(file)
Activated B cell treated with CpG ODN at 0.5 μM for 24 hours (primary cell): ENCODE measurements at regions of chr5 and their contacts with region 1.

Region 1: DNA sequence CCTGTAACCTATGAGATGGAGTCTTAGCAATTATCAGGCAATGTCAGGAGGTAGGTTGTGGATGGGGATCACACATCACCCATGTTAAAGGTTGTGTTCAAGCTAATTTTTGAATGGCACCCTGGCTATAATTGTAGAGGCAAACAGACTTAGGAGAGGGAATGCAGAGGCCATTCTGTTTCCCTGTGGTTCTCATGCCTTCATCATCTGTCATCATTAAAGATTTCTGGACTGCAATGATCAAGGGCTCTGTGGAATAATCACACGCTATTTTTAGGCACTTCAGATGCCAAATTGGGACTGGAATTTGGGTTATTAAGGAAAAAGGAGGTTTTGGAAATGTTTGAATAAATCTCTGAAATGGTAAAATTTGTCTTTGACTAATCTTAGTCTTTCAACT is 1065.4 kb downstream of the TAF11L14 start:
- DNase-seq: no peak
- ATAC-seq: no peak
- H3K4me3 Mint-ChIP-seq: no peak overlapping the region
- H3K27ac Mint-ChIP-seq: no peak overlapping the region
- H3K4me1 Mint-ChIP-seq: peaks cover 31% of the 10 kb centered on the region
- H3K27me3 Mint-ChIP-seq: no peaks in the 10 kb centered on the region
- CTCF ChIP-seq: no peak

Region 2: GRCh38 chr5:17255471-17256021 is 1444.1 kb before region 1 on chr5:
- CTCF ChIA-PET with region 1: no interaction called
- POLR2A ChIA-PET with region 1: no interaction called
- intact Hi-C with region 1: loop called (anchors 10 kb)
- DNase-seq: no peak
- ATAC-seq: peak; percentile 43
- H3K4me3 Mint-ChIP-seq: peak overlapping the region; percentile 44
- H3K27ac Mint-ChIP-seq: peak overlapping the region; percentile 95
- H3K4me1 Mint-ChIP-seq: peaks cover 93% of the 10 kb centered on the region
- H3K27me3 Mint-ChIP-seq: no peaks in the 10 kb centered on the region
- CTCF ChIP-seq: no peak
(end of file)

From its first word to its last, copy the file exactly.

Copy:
Activated B cell treated with CpG ODN at 0.5 μM for 24 hours (primary cell): ENCODE measurements at regions of chr5 and their contacts with region 1.

Region 1: DNA sequence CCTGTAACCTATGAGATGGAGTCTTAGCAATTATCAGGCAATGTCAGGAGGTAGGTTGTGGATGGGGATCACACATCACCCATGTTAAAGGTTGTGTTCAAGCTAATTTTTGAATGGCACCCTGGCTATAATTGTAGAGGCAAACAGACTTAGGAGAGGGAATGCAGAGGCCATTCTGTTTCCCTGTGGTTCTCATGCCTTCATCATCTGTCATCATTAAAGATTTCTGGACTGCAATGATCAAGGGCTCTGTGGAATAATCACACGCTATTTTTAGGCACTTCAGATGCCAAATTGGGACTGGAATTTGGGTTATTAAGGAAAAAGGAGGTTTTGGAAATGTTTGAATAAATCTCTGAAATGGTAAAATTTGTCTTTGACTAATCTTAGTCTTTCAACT is 1065.4 kb downstream of the TAF11L14 start:
- DNase-seq: no peak
- ATAC-seq: no peak
- H3K4me3 Mint-ChIP-seq: no peak overlapping the region
- H3K27ac Mint-ChIP-seq: no peak overlapping the region
- H3K4me1 Mint-ChIP-seq: peaks cover 31% of the 10 kb centered on the region
- H3K27me3 Mint-ChIP-seq: no peaks in the 10 kb centered on the region
- CTCF ChIP-seq: no peak

Region 2: GRCh38 chr5:17255471-17256021 is 1444.1 kb before region 1 on chr5:
- CTCF ChIA-PET with region 1: no interaction called
- POLR2A ChIA-PET with region 1: no interaction called
- intact Hi-C with region 1: loop called (anchors 10 kb)
- DNase-seq: no peak
- ATAC-seq: peak; percentile 43
- H3K4me3 Mint-ChIP-seq: peak overlapping the region; percentile 44
- H3K27ac Mint-ChIP-seq: peak overlapping the region; percentile 95
- H3K4me1 Mint-ChIP-seq: peaks cover 93% of the 10 kb centered on the region
- H3K27me3 Mint-ChIP-seq: no peaks in the 10 kb centered on the region
- CTCF ChIP-seq: no peak